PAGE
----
Eventually it dawned on me that if the soft bits of the new seats could be transferred to the frames of my existing seats, I'd have solved the seatbelt issues at a stroke – I'd be using the old buckles that fit my seatbelt clips; so there'd be no need for new belts, and I'd also never have to worry about the pre-tensioners.

I had little confidence when I started that I wasn't going to run into some insuperable (by me) problem. I had no reason to think that the swap couldn't be done, but for all I knew there might turn out to be slight differences in construction that would put the whole thing beyond my abilities. So I approached the exercise with some trepidation.

Only after I'd begun dismantling did I realise that the project of swapping the new soft stuff to the old seat-frames actually gave me the positive opportunity to switch things around a bit to my advantage: I could put what had been the driver's foam and seat cover on the passenger seat and vice versa. Obviously this gives the driver's seat the benefit of the less-used leather that used to be on passenger seat, and it puts the relatively worn areas on what used to be the driver's seat covers on to the inboard side of the passenger seat, where they will be subject to much less wear in future.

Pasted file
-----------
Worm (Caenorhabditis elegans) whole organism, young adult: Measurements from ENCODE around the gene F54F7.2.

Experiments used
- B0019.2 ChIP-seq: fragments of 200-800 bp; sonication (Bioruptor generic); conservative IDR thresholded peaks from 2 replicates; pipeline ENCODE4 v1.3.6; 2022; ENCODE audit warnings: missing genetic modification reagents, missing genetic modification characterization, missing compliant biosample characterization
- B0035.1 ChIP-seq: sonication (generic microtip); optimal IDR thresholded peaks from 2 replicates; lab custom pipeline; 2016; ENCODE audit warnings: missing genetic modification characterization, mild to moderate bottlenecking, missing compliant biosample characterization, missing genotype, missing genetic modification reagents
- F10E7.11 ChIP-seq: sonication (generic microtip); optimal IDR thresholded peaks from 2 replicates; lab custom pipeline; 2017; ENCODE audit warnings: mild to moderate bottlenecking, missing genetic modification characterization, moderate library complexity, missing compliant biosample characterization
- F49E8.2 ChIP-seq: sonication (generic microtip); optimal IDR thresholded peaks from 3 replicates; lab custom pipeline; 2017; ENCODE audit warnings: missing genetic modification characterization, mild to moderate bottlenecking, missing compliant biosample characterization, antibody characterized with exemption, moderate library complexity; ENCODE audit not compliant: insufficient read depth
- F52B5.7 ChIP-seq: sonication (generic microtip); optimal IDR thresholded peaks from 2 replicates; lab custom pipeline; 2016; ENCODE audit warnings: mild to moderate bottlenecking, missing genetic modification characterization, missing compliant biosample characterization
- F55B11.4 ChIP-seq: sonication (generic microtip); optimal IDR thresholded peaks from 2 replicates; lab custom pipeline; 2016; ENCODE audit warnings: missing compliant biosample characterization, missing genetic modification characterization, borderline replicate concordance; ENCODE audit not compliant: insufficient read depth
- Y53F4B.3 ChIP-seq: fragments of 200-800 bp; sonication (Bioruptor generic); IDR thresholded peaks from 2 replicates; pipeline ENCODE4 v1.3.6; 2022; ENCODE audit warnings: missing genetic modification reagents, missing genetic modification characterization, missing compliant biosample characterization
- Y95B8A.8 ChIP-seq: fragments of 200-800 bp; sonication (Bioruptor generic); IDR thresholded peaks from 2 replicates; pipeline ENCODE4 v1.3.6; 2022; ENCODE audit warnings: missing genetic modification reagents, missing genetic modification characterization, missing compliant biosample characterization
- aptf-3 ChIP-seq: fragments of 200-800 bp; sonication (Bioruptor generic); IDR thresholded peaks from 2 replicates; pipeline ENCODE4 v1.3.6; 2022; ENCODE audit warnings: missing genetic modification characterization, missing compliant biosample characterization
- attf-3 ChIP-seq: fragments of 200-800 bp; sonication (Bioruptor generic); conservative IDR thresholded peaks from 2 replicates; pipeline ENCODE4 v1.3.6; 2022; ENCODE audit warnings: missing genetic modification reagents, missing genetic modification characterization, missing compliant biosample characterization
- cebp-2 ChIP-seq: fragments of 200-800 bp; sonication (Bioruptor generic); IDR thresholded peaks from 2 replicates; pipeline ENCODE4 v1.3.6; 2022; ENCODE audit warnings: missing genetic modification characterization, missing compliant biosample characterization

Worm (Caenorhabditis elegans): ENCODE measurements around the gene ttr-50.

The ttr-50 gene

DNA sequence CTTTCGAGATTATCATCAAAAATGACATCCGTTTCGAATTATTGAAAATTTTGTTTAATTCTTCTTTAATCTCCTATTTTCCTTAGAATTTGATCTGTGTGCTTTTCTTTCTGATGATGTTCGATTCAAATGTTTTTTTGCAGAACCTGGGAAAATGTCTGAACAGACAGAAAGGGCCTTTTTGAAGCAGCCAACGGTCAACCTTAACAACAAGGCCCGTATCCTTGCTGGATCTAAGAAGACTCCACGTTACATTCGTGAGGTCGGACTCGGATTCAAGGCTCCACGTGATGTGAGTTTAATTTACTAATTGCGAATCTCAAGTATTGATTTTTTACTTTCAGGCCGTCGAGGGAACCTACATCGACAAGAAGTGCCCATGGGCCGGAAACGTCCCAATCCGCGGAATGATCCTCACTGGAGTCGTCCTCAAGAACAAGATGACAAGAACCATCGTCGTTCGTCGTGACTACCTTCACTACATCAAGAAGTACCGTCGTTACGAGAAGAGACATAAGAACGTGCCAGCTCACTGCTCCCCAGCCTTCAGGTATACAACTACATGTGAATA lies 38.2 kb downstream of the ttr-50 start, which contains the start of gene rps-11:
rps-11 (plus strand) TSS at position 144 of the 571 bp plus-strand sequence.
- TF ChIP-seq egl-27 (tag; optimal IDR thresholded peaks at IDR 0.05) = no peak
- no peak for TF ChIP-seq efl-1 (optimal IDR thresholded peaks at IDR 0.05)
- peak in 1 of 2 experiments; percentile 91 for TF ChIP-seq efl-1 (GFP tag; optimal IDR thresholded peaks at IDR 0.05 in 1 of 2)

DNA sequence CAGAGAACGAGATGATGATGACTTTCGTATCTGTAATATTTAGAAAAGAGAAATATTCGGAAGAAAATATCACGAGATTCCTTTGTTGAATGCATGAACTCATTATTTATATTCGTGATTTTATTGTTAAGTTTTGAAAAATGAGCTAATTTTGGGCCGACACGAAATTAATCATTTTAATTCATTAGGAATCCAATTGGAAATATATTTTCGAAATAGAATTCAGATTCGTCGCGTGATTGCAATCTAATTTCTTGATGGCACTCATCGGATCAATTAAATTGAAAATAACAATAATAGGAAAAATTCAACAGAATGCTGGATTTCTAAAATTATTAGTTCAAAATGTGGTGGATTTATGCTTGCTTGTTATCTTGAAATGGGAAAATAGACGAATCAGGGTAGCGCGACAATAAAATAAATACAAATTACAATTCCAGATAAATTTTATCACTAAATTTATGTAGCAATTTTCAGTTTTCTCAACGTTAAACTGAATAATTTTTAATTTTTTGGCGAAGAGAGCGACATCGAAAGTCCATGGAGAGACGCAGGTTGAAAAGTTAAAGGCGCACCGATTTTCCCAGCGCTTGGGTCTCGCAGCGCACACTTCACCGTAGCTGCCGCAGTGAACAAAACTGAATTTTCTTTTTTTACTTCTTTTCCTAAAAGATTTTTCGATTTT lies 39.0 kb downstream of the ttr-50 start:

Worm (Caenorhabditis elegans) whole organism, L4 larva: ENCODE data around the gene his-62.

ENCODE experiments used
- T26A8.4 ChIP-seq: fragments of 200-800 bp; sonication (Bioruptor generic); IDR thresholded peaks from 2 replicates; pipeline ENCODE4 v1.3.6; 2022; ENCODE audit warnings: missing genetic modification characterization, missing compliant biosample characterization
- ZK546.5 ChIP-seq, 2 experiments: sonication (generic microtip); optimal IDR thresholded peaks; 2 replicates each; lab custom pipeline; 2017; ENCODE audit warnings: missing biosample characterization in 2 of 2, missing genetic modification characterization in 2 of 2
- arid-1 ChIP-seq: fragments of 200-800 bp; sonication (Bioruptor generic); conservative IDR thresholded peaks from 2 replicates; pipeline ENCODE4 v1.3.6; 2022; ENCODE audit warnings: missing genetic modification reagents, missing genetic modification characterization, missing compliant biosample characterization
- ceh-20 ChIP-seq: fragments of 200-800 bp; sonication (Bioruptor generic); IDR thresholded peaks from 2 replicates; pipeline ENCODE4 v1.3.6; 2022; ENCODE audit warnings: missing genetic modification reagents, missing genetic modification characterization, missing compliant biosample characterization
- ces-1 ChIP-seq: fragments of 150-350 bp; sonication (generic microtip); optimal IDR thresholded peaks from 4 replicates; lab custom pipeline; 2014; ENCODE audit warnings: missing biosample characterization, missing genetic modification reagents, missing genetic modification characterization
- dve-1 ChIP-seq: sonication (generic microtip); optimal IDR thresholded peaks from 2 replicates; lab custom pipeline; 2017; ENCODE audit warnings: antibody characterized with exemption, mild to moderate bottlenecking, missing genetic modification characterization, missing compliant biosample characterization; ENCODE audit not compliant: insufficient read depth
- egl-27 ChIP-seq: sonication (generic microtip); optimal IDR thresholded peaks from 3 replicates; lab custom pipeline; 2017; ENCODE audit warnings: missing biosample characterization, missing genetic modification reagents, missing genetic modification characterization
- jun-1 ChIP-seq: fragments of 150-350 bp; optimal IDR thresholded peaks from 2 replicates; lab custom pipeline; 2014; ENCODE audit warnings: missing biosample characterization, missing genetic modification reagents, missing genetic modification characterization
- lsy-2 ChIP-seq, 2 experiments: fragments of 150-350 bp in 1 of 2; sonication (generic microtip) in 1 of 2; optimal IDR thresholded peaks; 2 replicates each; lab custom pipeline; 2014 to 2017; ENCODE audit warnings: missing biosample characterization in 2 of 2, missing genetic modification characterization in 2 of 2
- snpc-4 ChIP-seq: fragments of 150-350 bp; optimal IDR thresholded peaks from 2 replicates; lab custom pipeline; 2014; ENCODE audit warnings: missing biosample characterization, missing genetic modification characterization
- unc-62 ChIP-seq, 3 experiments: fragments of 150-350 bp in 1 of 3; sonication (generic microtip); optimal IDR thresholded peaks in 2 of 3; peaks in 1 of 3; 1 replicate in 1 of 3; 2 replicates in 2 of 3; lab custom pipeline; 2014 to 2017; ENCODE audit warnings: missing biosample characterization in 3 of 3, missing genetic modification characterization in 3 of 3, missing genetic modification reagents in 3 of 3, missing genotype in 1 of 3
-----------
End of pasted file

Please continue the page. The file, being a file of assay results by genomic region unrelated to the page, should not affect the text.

Ah, but surely doing this means cutting a new hole for the lumbar adjustment knob in each seat cover, and involves leaving a gaping hole on the other side of the cover of each seat?

Well, not necessarily: not if you can undo and redo three screws on each seat and thereby fit the lumbar support mechanisms the other way around. Then you can install the adjustment knob on the other (inboard) side of each seat, where it will go through the relevant hole in the swapped-over seat cover. (Thousands of people must, of course, have realised this before me, but I still felt like running naked through the streets shouting 'Eureka' when my tired old brain stumbled to this thought.)

So that is what I did.

Otherwise, I just rebuilt the seats using the best bits of what I had. A good tip (and another eureka moment for me) for re-attaching the difficult springs on the backrest is to hook another spring over the end of the one that you are trying to stretch, then hook the other end of this extra spring over a spanner which you use as grip as you pull. Pulling the two connected springs seems (though I don't know whether this is supported by science) to 'gear' the operation so that although you pull further overall to get the target spring to stretch as much as you need, it's less effort to do it.

The colour issue was solved courtesy of half a litre of Gliptone dye. (My cheap camera seems to handle blues very badly but they are now a tasteful shade of dark blue which matches the rest of the interior.)